View the card: 16:50 Meydan - Al Rashidiya (Group 2)

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Dubai, Feb 17 (IANS): Indian expats who lost their life's possessions due to a fire at a warehouse in Dubai filed a plea with the Kerala High Court seeking legal assistance to recover their dues.

The petitioners claimed they have lost hundreds of thousands of dirhams worth of belongings assigned to the cargo firm to ship them to Kerala from the UAE as they were all heading to the subcontinent for good. Most of them had lost their jobs and had sent their families back home amid the Covid-19 pandemic, Gulf News reported.

Advocate Jose Abraham of the Kerala High Court told Gulf News: 'The petition has been filed in the Kerala High Court because most of the victims are from Kerala. They are not in a position to conduct their case in UAE. The victims are unable to go to the UAE and conduct a case there.

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Secondly, the Kerala High Court, in this matter, is seeking relief for the victims by issuing a notice to the Central Government to direct the Embassy of India in the UAE to provide necessary legal assistance so they can receive their compensation.'

Best online casino top 10. In response to a writ petition, a bench of the court, presided by Justice P.V. Asha, issued a notice, asking relevant authorities to consider the grievances of the petitioners and to provide free legal aid to initiate legal action for compensation.

According to the plea, a copy of which is with Gulf News, the petitioners claimed they lost their livelihood during the pandemic and paid thousands of dirhams to the cargo company to ship their belongings to Kerala. While the people returned home, their belongings - which they had accumulated through years - had still not reached them.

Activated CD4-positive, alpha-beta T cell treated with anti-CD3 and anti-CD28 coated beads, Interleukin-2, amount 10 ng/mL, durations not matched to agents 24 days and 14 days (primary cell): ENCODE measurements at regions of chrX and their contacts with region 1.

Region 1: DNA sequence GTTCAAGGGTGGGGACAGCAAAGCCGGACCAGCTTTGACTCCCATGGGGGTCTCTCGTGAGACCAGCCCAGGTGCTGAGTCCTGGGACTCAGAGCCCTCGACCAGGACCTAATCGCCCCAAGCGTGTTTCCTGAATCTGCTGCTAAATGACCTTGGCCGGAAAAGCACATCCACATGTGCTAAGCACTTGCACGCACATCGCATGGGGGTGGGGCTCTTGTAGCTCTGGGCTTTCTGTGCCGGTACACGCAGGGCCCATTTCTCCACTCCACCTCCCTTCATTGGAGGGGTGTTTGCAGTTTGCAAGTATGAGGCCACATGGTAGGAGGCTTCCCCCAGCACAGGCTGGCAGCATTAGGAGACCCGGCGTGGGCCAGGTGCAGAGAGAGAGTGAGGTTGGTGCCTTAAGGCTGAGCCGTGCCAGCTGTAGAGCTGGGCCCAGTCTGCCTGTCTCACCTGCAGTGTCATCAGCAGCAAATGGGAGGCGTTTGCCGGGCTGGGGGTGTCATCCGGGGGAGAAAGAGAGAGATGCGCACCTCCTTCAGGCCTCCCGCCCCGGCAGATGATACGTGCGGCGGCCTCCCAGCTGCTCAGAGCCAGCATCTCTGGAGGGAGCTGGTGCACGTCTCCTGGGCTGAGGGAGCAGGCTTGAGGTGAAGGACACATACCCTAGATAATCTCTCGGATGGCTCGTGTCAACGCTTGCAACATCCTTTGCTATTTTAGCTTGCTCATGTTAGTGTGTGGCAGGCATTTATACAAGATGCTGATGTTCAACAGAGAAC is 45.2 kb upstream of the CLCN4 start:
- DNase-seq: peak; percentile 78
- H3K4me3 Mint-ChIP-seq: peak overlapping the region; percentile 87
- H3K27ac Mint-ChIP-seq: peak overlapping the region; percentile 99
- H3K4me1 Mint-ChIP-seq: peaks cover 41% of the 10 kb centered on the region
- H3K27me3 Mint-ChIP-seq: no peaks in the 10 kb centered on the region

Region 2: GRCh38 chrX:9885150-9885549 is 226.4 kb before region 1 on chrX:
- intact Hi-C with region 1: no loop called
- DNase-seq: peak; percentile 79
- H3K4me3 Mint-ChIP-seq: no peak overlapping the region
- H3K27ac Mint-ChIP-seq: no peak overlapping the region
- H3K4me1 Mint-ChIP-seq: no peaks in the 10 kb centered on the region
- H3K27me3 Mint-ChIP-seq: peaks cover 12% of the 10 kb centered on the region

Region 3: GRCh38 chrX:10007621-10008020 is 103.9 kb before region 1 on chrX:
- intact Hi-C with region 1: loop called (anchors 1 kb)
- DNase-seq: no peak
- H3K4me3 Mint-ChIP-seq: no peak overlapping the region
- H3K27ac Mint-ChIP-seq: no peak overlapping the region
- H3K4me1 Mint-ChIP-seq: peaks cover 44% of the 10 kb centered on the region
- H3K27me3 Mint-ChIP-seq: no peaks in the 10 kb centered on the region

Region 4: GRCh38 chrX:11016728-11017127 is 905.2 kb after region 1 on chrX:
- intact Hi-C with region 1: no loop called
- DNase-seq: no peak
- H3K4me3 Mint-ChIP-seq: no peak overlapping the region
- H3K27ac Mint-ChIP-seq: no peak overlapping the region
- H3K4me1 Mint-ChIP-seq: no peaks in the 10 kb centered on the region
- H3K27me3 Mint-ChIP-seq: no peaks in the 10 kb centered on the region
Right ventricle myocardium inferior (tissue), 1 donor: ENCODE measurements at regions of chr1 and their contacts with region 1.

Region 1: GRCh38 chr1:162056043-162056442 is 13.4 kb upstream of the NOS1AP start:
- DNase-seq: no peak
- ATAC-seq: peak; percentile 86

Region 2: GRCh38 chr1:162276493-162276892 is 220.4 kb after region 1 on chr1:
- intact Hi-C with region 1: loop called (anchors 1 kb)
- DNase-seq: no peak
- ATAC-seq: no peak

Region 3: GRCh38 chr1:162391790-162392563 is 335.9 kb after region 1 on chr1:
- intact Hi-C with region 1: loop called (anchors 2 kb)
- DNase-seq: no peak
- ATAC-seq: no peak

The petitioners, on knowing their goods and valuable possessions were ruined in the fire, sent representations to the Principal Secretary, NORKA (the organisation looking after the affairs of non-resident Keralites), who in turn forwarded the representation to the Ambassador, Embassy of India, Abu Dhabi in October last year.

George Joseph, who lost his job last March and was due to travel home in July, is staying back in Dubai until such time he hears any news of compensation. Joseph, who works as a travel agent in Dubai, said he paid 5,700 dirhams to ship his belongings to Kerala.

Another victim is Ramadas Paruvayakod, 48, who works as a technical engineer in Dubai. He said he sent his family back to India for good. Their belongings have all perished in the warehouse fire.

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'I had booked a jumbo box for a new fridge, washing machine and other things I was sending home. I paid thousands of dirhams for it. Plus the shipment cost too,' Paruvayakod added.

Roji Kurian, 43, who has a business in Dubai, said he too lost a music system, and all the furniture that he had bought over 15 years of his life in the country.

'It is unfair. I hope we do get compensation soon. Tens of thousands of dirhams have been lost.'

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Mangesh Prasad Chapholkar, a freelance IT Consultant in Dubai for the last 22 years, said: 'I sent a TV cabinet, bed with storage, kitchen equipment, utensils, my son's certificates and trophies, my daughter's certificates and trophies. The saddest thing is that I lost my family photos, videos, lots of antiques and electronic items. Life has turned topsy-turvy. I hope there is light at the end of the tunnel.'